MS. REGAN: That represents our contribution to Housing Nova Scotia, that’s not federal money. In terms of temporary employees, I know there are some departments that make use of a lot of temps. DCS does not, but we’ll get you the actual numbers.
MR. CHAIRMAN: I would just remind the members to direct their comments through the Chair, s’il-vous-plaît.
The honourable member for Dartmouth North.
MS. LEBLANC: Thank you, Mr. Chairman. Since the transformation began in 2014, the government has spent close to $9 million. What funds in this budget are allocated to the transformation project for this fiscal year?
MS. REGAN: Through you, to my honourable colleague, $2.984 million is for transformation projects, and then there’s a further $2 million for the work to reduce poverty.
MS. LEBLANC: Thank you. Can you outline what specific items will be paid for through that allocation?
MS. REGAN: Most of that money will be spent on professional services. This is a big, big project. It’s not something that our staff can do off the side of their desks or anything like that while they’re continuing to deliver programs to the most vulnerable Nova Scotians. This is something that we require professional services - in fact, it’s been identified that the hours of work to actually have that transformation project rolled out to the end is about 3,500 days of work.
I always hate to say it’s a big, big project, because there’s somebody south of the border who’s always talking about how big things are, but we have to make sure that there are no unintended consequences. There is simply a lot of work to get ready to be able to do this project and to get it rolled out to our clients.
MS. LEBLANC: I’m assuming that “professional services” means consultants. Is that the same? Okay.
Can you talk a little bit about that, then? Who are the consultants? Where are they based?
MS. REGAN: Our largest one is Davis Pier, which is a local firm; KPMG; CGI; Bell; Barrington Consulting; there’s one called Independent Consultants; IBM; Gordon Kyle & Associates; Ernst & Young; Mara Consulting; MRA Consulting; and Infuse PR. And then there are some groups who helped us when we were going out and consulting, doing first-voice consultations and additionally doing other consultations with stakeholders - AB Captioning and CART, Society of Deaf and Hard of Hearing Nova Scotians, and Sound Systems Plus.
MS. LEBLANC: How much have personal rates in the ESIA program increased since 2014?
MS. REGAN: In 2016, the rates increased by $20, which works out to be $7.5 million. Sorry, in 2016, the rates increased by $20, and that’s an increase of $7.5 million.
MS. LEBLANC: How much has the shelter allowance increased, since 2014?
MS. REGAN: There has not been an increase in the shelter allowance during that time.
MS. LEBLANC: In January 2017, at a meeting of the Standing Committee on Community Services, Deputy Minister Hartwell said that to bring everyone currently receiving income assistance to the low-income cut-off measure would cost about $143 million. Is this investment reflected in this budget?
MS. REGAN: I think when I gave my speech, I indicated what the increase was in the budget this year, and that does not equal $143 million. When the deputy minister was at that committee, she outlined what it would cost to bring folks up to LICO, and what the standard household rate will do. It will bring our clients closer to LICO.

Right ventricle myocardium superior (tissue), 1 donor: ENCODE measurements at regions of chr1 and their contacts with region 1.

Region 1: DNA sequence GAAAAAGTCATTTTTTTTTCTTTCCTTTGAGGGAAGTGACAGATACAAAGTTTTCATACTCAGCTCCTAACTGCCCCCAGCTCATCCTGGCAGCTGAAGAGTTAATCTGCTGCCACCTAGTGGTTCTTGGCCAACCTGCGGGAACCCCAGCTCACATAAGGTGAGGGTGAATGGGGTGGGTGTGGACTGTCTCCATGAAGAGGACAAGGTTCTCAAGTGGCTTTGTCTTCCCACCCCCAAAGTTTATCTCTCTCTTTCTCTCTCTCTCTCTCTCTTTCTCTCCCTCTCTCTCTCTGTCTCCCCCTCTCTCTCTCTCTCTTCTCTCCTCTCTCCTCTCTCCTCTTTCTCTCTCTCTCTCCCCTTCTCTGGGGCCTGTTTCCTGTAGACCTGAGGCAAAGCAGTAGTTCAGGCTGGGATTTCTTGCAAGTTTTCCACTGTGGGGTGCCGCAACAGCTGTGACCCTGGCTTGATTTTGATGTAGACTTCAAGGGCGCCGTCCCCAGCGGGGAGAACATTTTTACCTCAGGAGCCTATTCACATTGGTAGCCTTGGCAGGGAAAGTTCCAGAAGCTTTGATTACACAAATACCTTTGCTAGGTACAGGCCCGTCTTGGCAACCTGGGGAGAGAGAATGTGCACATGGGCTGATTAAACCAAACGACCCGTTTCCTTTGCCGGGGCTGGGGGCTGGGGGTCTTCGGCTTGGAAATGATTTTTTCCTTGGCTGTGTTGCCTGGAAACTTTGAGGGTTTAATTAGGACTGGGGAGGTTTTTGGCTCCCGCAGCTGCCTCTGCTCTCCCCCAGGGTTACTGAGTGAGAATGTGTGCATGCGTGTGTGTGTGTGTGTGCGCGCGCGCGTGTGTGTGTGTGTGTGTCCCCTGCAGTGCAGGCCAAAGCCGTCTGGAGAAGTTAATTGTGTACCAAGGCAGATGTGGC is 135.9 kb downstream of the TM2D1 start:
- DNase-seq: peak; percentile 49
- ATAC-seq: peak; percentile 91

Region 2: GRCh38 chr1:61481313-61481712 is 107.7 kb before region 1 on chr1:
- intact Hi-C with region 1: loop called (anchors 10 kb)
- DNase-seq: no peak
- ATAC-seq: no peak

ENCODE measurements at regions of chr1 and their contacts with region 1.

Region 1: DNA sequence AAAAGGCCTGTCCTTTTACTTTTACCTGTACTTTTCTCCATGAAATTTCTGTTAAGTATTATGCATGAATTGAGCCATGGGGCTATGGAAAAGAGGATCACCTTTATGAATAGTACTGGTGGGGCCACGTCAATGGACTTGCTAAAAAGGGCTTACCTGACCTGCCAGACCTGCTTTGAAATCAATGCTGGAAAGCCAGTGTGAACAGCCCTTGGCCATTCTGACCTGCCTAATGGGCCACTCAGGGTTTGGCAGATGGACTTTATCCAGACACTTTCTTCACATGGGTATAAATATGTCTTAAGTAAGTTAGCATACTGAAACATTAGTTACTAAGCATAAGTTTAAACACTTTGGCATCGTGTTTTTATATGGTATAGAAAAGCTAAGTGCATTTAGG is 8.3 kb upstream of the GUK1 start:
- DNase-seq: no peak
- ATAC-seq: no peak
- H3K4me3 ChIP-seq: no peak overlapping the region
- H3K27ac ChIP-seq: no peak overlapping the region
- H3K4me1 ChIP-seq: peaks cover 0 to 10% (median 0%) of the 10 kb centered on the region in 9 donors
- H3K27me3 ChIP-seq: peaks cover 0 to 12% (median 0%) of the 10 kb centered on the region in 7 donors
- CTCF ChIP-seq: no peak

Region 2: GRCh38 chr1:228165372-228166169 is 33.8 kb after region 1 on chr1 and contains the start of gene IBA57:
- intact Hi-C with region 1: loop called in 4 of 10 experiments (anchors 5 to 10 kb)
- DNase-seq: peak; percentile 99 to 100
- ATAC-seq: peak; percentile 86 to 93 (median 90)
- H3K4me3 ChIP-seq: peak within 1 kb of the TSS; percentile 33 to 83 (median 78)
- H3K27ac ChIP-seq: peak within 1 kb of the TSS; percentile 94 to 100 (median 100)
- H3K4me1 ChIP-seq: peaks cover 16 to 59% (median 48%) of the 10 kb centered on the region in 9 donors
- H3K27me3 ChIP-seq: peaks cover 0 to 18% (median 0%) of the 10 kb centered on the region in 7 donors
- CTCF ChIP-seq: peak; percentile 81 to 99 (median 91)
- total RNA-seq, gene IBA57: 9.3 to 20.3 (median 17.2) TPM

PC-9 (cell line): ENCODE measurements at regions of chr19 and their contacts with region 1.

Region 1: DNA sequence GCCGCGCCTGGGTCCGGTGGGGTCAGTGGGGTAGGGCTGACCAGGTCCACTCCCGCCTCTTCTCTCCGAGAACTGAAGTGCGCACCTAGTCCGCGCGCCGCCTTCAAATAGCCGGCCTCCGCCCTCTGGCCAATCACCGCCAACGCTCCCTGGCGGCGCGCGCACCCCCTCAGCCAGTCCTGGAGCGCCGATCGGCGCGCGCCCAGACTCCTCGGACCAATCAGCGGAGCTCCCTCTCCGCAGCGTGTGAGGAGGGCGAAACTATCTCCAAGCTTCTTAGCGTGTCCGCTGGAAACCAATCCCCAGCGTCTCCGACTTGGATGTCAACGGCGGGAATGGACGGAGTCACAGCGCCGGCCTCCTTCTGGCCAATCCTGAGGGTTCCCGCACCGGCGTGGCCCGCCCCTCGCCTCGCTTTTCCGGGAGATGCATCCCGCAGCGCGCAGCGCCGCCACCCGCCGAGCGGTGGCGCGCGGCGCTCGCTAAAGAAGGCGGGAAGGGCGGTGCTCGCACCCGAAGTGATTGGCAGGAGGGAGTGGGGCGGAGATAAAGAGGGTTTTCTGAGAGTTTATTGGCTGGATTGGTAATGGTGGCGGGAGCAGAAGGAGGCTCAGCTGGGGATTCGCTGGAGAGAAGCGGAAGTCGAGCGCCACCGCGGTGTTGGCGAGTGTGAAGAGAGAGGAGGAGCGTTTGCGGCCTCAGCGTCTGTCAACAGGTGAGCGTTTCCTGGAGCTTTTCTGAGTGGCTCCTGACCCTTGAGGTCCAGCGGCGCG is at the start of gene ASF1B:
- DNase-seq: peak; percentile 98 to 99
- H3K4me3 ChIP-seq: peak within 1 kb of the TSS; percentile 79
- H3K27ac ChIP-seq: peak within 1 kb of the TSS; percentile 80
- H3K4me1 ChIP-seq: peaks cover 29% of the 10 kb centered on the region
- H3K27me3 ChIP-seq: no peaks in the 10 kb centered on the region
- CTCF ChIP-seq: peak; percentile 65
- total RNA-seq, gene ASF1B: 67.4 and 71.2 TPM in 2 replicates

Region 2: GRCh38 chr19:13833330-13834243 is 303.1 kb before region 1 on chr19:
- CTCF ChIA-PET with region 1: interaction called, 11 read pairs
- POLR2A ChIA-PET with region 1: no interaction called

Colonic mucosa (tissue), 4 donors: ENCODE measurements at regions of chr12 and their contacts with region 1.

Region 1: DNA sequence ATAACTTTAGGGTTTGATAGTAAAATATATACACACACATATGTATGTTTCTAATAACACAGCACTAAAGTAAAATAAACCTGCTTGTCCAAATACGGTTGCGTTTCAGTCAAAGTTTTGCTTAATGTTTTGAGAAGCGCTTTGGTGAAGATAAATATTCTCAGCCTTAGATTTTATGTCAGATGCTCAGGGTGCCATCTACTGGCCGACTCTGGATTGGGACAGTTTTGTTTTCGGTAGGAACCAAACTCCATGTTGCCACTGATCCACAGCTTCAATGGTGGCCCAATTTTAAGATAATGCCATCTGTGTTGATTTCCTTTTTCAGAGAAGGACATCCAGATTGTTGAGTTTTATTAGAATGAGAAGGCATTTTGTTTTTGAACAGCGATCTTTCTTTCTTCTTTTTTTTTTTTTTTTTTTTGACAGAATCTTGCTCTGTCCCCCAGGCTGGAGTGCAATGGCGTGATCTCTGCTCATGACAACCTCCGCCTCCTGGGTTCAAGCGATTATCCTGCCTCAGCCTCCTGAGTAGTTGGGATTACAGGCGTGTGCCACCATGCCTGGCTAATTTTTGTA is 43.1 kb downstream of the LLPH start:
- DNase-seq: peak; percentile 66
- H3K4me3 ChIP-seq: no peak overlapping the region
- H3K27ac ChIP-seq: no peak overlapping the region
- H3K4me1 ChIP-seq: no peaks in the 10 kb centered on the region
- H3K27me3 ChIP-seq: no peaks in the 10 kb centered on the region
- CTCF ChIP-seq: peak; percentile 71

If there was a basic income, that would be $2.1 billion. Universal basic income, which is, everyone - whether they’re our clients or not - it would be $9.1 billion. Just to give you an idea of how that sort of fits in, our budget is one-tenth of that, currently. That would be a big increase. Our provincial budget is roughly $10 billion. So, a universal basic income would almost double that.
MS. LEBLANC: On Page 6.6, again, it does appear - you’ve said that there are no cuts, but on Page 6.6 of the budget, it does appear that the amount budgeted for income assistance payments has decreased. I just want to clarify that that number is correct. Given that there are no cuts, why is it lower?
MS. REGAN: We actually have fewer clients. We haven’t cut what we give them, but there are actually fewer clients.
MS. LEBLANC: I’m going to ask some questions about the Children and Family Services Act and that department, for a minute. Changes to the Children and Family Services Act came into effect March 1, 2017. I’m wondering if there are any funding changes related to the revised Act?
MS. REGAN: I’ll go back to our last question and just fill in a few more details there. The decrease in the 2016-17 actual of $2.348 million is primarily due to lower than expected income assistance payments because of lower caseloads. There was also lower utilization of employment support services programs. These savings were in turn partially offset by increased spending in Pharmacare, higher than expected prescription drug use, so some of that money was used that way - and grant funding to Shelter Nova Scotia. I just wanted to share that with you.
In terms of the new Act, I did speak earlier today about the foster care reimbursement project and some of the changes that we’re making there. There are not a lot of changes in terms of increases in funding, in part because the new investments in foster care were offset by a decline in caseload.
MS. LEBLANC: Is there funding for additional staff to address the shorter timelines in the Act?
MS. REGAN: To be clear, the caseload has continued to decline, which is not to overlook the fact that, in fact, the cases are often more complex.
One of the things that we’re doing to address the shortened timelines is that we actually have a pilot under way in the western region. We actually have floaters who can go to where there is a need if there are more cases needing to be dealt with quickly. We have floaters who can go in and assist on those. That’s a pilot project, and we’re looking at how that’s going.